Airblue crash: waiting for the truth
ON July 28 it was two years since the tragic plane crash of Airblue flight 202 in the Margalla Hills, Islamabad, in which my young son also died.
The families of the victims of the crash have yet to be afforded an appropriate closure as the anguish and the agony of suspense as to what was the truth continues. They wake up every morning and remember someone on the plane who is no longer here.
Even after almost two years, time does not matter. But knowing what caused the crash does. The families of the victims of the Bhoja Air plane crash of flight 213 in April 2012 also continue to suffer in silence.
According to experts (Kubler- Ross model), there are five stages of grief: denial, anger, bargaining, depression and acceptance: which are a part of the framework that makes up our learning to live with the ones that we lost.
The model is not a linear timeline in grief and the suffering families of both the plane crashes continue to hopscotch between the stages.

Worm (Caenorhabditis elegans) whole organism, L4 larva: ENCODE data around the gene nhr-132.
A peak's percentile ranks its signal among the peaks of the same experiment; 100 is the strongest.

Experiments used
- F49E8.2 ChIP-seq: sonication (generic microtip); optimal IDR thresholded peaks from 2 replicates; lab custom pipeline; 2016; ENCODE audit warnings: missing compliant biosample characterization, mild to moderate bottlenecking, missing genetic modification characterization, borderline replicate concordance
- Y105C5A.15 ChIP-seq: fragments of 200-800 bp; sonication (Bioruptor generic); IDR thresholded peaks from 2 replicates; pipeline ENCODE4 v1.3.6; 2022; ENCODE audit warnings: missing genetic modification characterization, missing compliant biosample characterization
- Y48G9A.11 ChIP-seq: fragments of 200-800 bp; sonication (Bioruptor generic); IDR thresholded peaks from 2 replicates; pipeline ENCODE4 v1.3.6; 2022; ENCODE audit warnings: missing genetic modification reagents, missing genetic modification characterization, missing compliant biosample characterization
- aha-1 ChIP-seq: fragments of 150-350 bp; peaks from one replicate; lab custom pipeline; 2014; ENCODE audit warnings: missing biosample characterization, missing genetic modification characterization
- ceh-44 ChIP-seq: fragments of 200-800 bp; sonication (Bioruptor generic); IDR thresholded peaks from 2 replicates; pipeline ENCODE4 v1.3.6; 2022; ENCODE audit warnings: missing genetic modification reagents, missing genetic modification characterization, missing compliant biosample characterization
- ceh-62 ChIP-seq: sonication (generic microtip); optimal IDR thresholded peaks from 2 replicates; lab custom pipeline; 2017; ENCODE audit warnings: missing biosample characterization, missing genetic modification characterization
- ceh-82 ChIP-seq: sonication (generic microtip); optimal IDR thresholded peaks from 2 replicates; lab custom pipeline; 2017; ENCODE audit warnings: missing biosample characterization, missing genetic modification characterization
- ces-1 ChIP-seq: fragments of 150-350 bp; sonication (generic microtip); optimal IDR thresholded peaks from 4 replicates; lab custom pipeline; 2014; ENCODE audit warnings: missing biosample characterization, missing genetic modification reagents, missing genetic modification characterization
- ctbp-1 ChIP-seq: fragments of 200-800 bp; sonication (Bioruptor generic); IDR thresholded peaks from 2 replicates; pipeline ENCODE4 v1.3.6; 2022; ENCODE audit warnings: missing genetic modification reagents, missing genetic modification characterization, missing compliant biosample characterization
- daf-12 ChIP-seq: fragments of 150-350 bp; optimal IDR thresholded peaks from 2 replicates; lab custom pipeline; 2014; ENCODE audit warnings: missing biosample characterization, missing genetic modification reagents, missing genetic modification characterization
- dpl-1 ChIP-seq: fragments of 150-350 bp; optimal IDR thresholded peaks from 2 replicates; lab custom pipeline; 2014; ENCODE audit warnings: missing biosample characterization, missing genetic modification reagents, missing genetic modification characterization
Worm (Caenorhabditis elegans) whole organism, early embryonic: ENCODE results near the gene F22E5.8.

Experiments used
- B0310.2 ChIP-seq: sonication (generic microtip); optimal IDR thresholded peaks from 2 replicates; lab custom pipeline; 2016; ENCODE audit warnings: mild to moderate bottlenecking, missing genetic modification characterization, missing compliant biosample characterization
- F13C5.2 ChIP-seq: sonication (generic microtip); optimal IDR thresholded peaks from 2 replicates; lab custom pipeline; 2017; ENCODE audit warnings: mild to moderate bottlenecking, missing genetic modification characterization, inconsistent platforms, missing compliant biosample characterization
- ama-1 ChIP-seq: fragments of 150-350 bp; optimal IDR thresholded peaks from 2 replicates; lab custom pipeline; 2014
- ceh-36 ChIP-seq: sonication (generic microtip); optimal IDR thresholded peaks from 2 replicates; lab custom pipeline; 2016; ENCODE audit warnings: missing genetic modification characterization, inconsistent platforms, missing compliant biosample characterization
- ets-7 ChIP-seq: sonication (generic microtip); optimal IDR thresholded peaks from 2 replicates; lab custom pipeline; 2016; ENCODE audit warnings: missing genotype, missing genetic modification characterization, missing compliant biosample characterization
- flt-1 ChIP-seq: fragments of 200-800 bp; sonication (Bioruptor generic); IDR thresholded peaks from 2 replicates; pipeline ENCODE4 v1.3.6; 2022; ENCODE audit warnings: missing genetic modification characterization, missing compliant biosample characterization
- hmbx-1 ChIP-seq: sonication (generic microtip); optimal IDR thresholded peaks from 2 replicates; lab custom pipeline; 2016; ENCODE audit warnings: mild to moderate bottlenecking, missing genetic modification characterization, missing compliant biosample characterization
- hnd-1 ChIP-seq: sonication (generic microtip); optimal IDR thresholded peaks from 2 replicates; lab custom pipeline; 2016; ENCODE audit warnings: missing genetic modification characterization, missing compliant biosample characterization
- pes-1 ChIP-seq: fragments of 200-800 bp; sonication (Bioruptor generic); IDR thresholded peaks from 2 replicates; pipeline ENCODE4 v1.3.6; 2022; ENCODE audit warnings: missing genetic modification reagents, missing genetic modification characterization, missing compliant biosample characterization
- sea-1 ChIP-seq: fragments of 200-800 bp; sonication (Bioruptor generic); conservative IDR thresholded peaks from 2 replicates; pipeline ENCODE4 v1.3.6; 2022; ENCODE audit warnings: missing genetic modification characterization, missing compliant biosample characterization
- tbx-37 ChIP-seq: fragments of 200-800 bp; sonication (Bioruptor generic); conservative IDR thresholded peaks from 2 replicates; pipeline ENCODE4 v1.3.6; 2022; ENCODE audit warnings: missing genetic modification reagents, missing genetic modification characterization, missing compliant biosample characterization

In case of the Airblue crash a truncated and misleading report saw the light of the day only after a long and legal battle. The honourable Peshawar High Court termed the report incomplete and inconclusive and full of errors.
The report neither has evidence of any claim nor carries any annexure of transcripts of vital evidence as recordings of the Cockpit Voice Recorder and the Black Box.
The honourable PHC has to be commended for admirable courage and professionalism.
By comparison, in case of the Air France flight 447, which crashed in the Pacific Ocean over two years ago killing all 228 people on board, the black box was found from the deep sea bed after a search spanning 23 months and costing about $40 million.
Subsequently, the relatives of victims were gathered and briefed about the exact reasons for the crash.
Whatever the reasons for the Airblue and Bhoja plane crashes, the relatives of the victims deserve to know the truth. So do the people of Pakistan.
Aviation safety can only be served by the truth. Not by fantasy or imaginary reports or speculation. And not by cover-ups.
Unless the truth is known and appropriate measures taken for air safety, such disasters will happen again and again.
Both these plane crashes should be lessons in safety, though very expensive lessons.